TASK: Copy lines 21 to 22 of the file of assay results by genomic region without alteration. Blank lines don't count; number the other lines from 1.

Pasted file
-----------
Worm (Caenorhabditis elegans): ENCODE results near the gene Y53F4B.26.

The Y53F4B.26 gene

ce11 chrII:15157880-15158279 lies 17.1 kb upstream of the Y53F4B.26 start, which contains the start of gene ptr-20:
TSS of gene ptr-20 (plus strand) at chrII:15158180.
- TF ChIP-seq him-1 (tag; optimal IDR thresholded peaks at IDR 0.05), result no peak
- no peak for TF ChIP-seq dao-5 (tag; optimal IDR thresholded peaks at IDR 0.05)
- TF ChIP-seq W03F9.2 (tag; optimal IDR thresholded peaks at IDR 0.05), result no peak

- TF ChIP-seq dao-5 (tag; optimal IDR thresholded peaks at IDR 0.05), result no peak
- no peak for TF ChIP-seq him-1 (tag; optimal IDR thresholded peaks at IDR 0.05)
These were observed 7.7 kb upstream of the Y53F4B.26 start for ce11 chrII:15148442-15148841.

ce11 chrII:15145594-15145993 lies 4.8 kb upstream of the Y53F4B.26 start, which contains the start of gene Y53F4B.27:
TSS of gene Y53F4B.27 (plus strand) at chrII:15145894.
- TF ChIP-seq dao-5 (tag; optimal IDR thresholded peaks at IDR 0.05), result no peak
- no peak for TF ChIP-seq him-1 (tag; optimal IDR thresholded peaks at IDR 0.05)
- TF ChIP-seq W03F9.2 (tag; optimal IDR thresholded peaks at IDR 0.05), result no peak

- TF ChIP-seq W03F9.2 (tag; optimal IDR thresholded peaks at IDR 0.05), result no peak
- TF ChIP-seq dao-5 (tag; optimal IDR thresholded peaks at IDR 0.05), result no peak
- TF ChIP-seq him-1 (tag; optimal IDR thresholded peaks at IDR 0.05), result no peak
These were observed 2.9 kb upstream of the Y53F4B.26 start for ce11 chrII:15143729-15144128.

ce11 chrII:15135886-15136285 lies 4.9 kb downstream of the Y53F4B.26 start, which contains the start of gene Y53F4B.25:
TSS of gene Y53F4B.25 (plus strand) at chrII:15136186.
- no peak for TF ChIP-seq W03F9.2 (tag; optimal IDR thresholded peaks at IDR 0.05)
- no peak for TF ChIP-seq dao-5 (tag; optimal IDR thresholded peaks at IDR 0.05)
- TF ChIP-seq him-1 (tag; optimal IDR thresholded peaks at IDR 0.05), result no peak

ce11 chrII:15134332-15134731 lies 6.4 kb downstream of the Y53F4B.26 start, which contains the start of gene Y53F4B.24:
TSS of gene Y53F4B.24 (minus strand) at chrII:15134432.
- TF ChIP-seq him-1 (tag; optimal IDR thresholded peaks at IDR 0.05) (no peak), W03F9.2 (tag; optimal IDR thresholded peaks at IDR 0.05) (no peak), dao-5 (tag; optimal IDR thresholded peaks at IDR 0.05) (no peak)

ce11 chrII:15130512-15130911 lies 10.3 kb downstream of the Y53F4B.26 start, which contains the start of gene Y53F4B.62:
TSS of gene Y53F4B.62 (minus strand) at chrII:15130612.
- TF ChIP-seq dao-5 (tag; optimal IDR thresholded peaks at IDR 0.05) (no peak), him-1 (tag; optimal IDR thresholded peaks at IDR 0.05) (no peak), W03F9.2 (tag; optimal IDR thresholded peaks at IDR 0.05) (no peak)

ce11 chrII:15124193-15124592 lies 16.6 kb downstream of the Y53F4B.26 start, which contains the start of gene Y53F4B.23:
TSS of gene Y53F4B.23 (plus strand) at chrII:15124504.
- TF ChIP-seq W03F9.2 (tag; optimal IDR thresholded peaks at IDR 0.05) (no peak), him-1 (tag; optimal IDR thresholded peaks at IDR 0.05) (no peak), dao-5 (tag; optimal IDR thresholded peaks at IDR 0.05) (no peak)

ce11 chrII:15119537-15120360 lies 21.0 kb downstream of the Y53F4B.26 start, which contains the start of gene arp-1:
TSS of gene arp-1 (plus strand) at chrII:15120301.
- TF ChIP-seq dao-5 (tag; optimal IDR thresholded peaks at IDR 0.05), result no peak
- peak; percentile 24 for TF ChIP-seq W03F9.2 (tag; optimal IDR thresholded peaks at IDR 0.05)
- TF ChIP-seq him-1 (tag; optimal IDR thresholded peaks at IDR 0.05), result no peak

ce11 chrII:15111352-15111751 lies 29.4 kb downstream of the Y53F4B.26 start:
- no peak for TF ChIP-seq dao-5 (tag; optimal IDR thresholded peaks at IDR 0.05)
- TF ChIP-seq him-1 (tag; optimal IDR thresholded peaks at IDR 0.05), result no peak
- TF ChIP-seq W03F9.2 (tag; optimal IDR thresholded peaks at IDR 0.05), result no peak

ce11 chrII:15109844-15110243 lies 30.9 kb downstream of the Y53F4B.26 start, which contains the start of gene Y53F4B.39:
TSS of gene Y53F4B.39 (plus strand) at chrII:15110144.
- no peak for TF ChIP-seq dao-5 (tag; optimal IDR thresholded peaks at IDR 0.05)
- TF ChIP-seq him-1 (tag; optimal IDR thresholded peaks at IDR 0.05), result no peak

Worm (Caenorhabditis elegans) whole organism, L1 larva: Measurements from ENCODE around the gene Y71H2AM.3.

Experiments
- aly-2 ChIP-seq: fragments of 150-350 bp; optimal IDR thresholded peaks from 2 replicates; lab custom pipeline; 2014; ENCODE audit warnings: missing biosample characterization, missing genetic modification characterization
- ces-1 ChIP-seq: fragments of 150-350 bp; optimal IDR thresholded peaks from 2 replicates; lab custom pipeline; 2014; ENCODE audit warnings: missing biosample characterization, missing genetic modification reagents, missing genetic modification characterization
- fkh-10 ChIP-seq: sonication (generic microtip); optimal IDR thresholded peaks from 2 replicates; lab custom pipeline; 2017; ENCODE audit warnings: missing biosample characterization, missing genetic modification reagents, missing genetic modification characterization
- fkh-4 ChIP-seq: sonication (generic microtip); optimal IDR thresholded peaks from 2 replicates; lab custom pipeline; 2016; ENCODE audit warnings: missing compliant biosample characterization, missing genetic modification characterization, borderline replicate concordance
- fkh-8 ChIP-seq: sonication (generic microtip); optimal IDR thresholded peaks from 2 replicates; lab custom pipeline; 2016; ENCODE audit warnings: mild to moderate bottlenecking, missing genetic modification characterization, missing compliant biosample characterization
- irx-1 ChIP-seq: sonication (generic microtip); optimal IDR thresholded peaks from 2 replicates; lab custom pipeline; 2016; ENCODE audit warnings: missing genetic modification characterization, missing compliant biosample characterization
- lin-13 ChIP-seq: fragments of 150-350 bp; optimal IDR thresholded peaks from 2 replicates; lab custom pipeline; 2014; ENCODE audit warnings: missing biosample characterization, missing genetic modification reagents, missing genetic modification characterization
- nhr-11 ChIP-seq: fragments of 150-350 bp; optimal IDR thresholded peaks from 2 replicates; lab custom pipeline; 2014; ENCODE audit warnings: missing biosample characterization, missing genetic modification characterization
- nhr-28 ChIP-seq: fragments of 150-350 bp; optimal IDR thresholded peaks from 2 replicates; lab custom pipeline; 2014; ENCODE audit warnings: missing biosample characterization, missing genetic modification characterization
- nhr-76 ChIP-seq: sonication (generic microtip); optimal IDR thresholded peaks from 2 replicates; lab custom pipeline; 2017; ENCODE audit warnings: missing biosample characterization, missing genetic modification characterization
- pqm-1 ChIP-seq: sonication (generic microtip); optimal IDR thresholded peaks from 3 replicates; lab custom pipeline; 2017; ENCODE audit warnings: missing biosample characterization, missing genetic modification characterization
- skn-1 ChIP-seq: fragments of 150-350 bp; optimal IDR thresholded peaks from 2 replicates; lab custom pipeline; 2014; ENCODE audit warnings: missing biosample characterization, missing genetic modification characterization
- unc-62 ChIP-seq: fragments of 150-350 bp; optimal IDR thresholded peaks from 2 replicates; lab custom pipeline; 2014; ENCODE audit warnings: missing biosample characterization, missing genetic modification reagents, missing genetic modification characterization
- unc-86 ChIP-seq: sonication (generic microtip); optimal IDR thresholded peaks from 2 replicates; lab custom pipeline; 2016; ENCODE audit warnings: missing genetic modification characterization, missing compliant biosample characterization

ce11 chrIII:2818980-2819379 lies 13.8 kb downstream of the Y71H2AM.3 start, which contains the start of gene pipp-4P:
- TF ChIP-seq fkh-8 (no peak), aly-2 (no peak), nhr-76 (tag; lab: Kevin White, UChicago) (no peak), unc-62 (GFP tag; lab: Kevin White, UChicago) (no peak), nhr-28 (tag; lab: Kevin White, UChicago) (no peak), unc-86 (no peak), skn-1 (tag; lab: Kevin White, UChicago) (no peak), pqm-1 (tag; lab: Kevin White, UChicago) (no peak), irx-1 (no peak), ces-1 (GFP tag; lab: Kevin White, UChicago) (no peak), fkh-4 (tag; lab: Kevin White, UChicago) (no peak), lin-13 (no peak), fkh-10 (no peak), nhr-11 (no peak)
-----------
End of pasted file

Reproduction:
TSS of gene Y53F4B.25 (plus strand) at chrII:15136186.
- no peak for TF ChIP-seq W03F9.2 (tag; optimal IDR thresholded peaks at IDR 0.05)